How to Season a Cast-Iron Skillet
For anyone who takes their time in the kitchen seriously, one of the best tools to keep on hand is a cast-iron skillet. Its efficiency is unrivaled, and, like some wine, it gets better the longer you keep it. Cast iron's value for cookware is two-fold: It conducts heat consistently and evenly, and, if seasoned and maintained properly, it becomes naturally nonstick. Some brands preseason their products, but typically this is something the home cook does before using a cast-iron skillet. Here, we explain how to season this type of pan and keep the kitchen essential in top shape over time.
Prepping your cast-iron pan "gives your cookware the classic black patina that we all know and love," Kris Stubblefield, a chef at Lodge Cast Iron, says. "Seasoning forms a natural, easy-release cooking surface and helps prevent your cookware from rusting." The steps are easy to follow, too. To season a cast-iron skillet, first preheat the oven to 450 degrees Fahrenheit. Wash the skillet with warm, soapy water, and then dry it thoroughly with a lint free cloth or paper towel. Stubblefield says to continue by applying a thin layer of cooking oil (he recommends canola oil) to the surface of your cookware (inside and out including the handles).
One important note: Coating with too much oil could cause your cookware to get sticky. We also don't recommend using vegetable oil since this could leave a sticky film on the cast iron. Complete the seasoning process by baking your cookware upside down at 450 degrees Fahrenheit in the oven for one hour. Let it cool in the oven, then the skillet is ready to use.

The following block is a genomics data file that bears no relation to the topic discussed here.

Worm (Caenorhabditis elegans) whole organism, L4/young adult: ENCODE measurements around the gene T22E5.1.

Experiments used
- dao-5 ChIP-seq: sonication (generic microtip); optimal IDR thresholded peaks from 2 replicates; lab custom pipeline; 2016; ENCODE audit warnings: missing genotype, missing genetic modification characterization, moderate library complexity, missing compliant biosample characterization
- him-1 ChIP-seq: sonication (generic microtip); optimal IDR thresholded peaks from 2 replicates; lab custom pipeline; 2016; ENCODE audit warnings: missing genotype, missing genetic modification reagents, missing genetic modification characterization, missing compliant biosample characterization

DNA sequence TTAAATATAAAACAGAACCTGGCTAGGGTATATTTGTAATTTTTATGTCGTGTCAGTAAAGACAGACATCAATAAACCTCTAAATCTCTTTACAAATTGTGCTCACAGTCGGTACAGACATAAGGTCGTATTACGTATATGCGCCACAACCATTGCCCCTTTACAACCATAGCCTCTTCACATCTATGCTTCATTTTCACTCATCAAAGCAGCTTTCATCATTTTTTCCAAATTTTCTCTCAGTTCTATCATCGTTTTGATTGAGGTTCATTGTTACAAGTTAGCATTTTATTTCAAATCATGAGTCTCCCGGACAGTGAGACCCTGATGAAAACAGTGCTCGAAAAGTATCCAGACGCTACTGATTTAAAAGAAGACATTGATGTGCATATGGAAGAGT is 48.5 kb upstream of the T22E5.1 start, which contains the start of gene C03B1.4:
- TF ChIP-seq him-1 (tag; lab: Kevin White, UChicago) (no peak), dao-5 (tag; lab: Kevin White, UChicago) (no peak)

Stubblefield explains that the best way to maintain seasoning on a cast-iron skillet is to use the pan regularly: "When oil is heated in cast iron, it bonds with the metal through a process called polymerization, which creates a layer of seasoning," he says. You can also sustain the seasoned skillet by making sure it's dried completely after each use. When you first obtain your skillet, it's a good idea to use it for cooking bacon and fried eggs, frying in oil, or other techniques involving fat, which helps strengthen the seasoning. Over time, you will have to occasionally re-season; especially if you cook acidic foods in the skillet, as they can erode the seasoning.
When your seasoning does end up becoming dull, gray, or food begins to stick, that's a sign it's time to add another layer of seasoning. Follow the instructions above to re-season your cast-iron skillet.